Bruins’ Penalty Kill Locked In, Impressive Streak Putting Unit’s ‘Awful’ Start in Rearview Mirror

Nathan Gerbe, Zdeno CharaThe Bruins haven’t exactly been consistent this season. Their play has been uncharacteristically uneven, and even when they put together a four-game winning streak during a recent five-game homestand, there were still areas of the game you could nitpick.

One facet of the Bruins’ game that can’t be argued at this point, however, is the penalty kill. The B’s downed the Carolina Hurricanes 4-1 on Monday night in Raleigh, thanks in part to another perfect night on the PK. Boston killed off all four Hurricane power plays, and their penalty-killing streak is now up to 32 straight successful kills.

The Bruins haven’t allowed a power-play goal since Oct. 30 against the Pittsburgh Penguins, but it’s not like any Bruins fans really remember that because most of them were probably watching the Red Sox win the World Series that night. That’s how long it’s been since the B’s have allowed a PPG.

The B’s have now killed 58 of the 64 power plays they have allowed this season. When the streak started, the Bruins were ranked 28th in the league in penalty-kill success, and with their 4-for-4 showing Monday, they’re now up to second in the league. Their 87.5 percent success rate is eclipsed only by the Vancouver Canucks who have an 89 percent success rate.

This all comes after the Bruins were uncharacteristically poor on the PK to begin the season. Under Claude Julien, the Bruins have routinely been among the top PK units in the league, but after giving up four power-play tallies to New Jersey on Oct. 26 — when they gave up two power-play goals in the final minutes — the Bruins were in a bad way on the penalty kill. Or, to put it another way, they were awful.

“We were really awful on the PK [early in the season], which is really unusual for us,” goalie Tuukka Rask said after Monday night’s win. “We just wanted to go back to basics and working hard and killing one penalty at a time. It’s been working for us lately, and we’re looking to keep that going.”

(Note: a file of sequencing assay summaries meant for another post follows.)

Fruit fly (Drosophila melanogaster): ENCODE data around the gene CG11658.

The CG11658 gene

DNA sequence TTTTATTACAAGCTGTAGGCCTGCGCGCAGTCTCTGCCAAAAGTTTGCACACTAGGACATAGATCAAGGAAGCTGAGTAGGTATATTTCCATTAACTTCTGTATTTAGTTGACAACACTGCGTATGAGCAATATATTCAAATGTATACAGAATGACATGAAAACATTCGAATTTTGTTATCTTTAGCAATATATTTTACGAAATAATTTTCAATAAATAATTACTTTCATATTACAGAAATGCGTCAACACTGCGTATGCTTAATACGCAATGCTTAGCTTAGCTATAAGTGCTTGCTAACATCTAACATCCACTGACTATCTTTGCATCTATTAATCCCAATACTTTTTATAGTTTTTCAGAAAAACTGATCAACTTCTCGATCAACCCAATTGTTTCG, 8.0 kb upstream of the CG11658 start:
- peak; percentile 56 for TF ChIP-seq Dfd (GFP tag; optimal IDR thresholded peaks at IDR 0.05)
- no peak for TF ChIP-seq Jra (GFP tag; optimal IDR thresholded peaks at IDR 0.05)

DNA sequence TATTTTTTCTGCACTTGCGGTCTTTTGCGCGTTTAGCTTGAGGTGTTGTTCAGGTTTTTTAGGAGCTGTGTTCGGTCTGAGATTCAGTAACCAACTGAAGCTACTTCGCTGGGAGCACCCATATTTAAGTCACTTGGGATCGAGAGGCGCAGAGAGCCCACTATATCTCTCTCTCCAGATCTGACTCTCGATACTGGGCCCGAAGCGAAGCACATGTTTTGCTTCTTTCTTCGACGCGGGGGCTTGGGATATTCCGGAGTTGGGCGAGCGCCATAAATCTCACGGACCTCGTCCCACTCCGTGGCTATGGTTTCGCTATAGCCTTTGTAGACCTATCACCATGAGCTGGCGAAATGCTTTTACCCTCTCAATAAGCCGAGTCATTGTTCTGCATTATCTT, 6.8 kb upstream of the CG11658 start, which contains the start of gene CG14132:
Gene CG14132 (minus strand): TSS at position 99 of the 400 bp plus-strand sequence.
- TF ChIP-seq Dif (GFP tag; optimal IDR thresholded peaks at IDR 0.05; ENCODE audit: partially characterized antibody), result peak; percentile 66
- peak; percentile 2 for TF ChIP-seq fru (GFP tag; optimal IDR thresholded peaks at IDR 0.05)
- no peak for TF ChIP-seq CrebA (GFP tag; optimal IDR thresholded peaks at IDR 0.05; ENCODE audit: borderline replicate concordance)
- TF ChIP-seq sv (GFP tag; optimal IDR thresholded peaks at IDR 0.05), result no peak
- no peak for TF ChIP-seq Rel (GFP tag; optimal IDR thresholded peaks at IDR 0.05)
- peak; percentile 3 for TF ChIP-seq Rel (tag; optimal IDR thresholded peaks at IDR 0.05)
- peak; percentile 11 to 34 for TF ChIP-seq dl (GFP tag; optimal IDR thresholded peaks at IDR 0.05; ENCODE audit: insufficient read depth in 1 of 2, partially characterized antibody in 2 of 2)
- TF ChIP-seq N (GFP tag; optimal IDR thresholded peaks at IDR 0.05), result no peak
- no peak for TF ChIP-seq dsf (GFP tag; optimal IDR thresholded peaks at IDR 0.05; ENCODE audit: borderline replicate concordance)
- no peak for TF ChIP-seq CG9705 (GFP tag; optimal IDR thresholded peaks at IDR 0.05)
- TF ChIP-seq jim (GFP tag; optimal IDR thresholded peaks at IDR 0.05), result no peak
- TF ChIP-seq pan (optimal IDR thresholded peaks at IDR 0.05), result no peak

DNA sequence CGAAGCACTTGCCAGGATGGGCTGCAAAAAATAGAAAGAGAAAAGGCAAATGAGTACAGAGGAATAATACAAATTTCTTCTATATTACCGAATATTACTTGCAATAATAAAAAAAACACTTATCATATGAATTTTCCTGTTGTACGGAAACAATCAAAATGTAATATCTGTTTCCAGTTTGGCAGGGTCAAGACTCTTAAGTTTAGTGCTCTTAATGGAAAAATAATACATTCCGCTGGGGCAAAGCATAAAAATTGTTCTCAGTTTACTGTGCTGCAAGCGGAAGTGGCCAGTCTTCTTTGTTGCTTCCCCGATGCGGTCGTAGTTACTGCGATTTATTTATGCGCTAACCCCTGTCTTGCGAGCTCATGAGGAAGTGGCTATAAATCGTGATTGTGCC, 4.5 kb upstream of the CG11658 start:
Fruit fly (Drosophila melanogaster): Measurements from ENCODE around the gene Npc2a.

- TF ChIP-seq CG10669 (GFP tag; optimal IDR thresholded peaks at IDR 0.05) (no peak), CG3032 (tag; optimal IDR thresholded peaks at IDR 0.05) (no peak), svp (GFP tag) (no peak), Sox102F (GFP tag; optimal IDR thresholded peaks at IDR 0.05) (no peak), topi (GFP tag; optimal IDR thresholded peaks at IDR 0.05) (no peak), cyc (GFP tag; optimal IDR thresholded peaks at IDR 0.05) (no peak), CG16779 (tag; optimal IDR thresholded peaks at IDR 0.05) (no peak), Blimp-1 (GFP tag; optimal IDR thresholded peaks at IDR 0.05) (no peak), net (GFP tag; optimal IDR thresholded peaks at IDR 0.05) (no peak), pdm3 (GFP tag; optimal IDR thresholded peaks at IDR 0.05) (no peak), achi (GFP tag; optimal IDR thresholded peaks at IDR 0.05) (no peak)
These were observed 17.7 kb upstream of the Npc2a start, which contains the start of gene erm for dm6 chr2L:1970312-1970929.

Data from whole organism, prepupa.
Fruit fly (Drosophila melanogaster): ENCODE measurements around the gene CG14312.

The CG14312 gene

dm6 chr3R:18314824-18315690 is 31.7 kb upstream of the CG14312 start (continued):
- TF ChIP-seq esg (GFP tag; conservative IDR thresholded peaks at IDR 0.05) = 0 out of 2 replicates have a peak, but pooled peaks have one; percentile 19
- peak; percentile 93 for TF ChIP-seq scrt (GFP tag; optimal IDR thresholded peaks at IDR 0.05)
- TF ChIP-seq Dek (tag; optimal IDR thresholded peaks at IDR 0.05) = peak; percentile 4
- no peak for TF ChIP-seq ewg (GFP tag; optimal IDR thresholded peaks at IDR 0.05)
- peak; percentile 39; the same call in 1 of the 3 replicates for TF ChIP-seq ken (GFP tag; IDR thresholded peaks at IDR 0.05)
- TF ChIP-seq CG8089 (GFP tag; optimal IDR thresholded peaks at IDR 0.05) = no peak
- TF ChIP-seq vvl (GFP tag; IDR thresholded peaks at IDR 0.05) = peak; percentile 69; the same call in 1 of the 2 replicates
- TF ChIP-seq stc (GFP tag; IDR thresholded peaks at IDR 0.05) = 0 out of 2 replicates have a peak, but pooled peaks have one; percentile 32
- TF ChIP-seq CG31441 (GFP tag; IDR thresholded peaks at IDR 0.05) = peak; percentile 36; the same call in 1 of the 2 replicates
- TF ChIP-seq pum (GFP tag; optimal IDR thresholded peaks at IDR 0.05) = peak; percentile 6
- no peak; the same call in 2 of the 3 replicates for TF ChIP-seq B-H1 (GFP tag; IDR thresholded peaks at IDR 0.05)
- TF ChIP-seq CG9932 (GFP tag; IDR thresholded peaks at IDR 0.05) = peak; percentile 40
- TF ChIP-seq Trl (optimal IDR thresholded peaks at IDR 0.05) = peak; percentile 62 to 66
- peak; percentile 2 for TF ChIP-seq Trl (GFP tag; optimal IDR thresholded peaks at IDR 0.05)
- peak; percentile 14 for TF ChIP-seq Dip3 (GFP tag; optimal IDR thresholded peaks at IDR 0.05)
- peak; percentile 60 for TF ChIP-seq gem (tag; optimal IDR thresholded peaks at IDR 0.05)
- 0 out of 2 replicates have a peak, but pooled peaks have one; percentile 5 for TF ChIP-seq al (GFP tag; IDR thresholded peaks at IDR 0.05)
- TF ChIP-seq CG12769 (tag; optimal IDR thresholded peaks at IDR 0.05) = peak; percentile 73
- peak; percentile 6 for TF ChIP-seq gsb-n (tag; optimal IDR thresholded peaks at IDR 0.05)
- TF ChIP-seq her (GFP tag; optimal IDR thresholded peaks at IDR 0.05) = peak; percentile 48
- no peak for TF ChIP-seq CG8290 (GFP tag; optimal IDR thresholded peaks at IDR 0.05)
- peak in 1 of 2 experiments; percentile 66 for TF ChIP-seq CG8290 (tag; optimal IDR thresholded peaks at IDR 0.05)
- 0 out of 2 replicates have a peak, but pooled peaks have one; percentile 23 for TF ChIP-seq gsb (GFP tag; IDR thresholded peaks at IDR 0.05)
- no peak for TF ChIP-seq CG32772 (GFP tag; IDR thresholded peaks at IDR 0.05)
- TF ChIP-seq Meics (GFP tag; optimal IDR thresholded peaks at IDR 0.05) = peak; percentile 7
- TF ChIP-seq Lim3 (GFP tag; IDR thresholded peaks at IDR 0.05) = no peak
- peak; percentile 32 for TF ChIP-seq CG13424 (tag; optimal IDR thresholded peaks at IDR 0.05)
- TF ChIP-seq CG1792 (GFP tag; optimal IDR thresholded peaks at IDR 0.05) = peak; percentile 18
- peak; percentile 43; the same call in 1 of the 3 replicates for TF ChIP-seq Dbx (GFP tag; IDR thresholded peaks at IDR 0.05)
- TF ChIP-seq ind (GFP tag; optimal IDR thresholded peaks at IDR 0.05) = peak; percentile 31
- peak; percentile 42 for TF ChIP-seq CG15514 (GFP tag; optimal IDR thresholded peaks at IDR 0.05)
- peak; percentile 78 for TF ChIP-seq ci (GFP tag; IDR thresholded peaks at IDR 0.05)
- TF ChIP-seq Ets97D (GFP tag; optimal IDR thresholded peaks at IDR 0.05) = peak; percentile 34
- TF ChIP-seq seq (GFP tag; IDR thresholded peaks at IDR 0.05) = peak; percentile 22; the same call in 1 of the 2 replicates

How exactly have the Bruins gotten back to basics? A lot of it stems from better decision making, which goes hand in hand with better positioning. Where there weren’t Bruins players to clear pucks in front of the net early in the season, there are now multiple players. While the Bruins struggled to clear the puck out of their own zone on the PK early in the year, they have done a much better job of getting the puck out of their own end during the streak.

That was on display Monday night, most notably in the second period. The PK was forced to go to work in the second period when Johnny Boychuk was called for tripping Jiri Tlusty on a questionable call in the Boston end. Almost a minute later, Gregory Campbell appeared to do a good job of clearing his own zone by sending the puck the length of the ice. The only problem was that the 200-foot clear actually went over the glass in the Hurricanes’ end. Campbell went to the box for delay of game, and the Bruins were called on to kill off a 5-on-3.

Even facing the league’s 24h-ranked power play to begin the night, the Bruins were up against it, especially with two important penalty killers in the box.

Despite that, the penalty kill came up big once again. Tuukka Rask saved arguably his best save of the night for that PK, as he robbed Chris Terry with a big glove save. It’s probably worth noting that Zdeno Chara was on the ice for 2:31 of that stretch, including 1:55 of the two minutes Campbell served for delay of game.

Not only that, the Bruins were fundamentally strong and were able to clear pucks when they needed to on the way to kills Nos. 30 and 31 in a row, respectively.

“I think [the 5-on-3 was a turning point],” Julien said. “It could have been a tie game by the end of it. Not just killing it in our own end, but we managed to get those pucks down, I think three times in that 5-on-3, so that was pretty impressive.”

Impressive indeed. The Bruins still aren’t where they need to be when it comes to their all-around game. However, if the rest of their game can round into form with the sort of improvement that even remotely resembles the strides they’ve made on the penalty kill, the Bruins will be back among the NHL’s elite before too long.

Yardbarker

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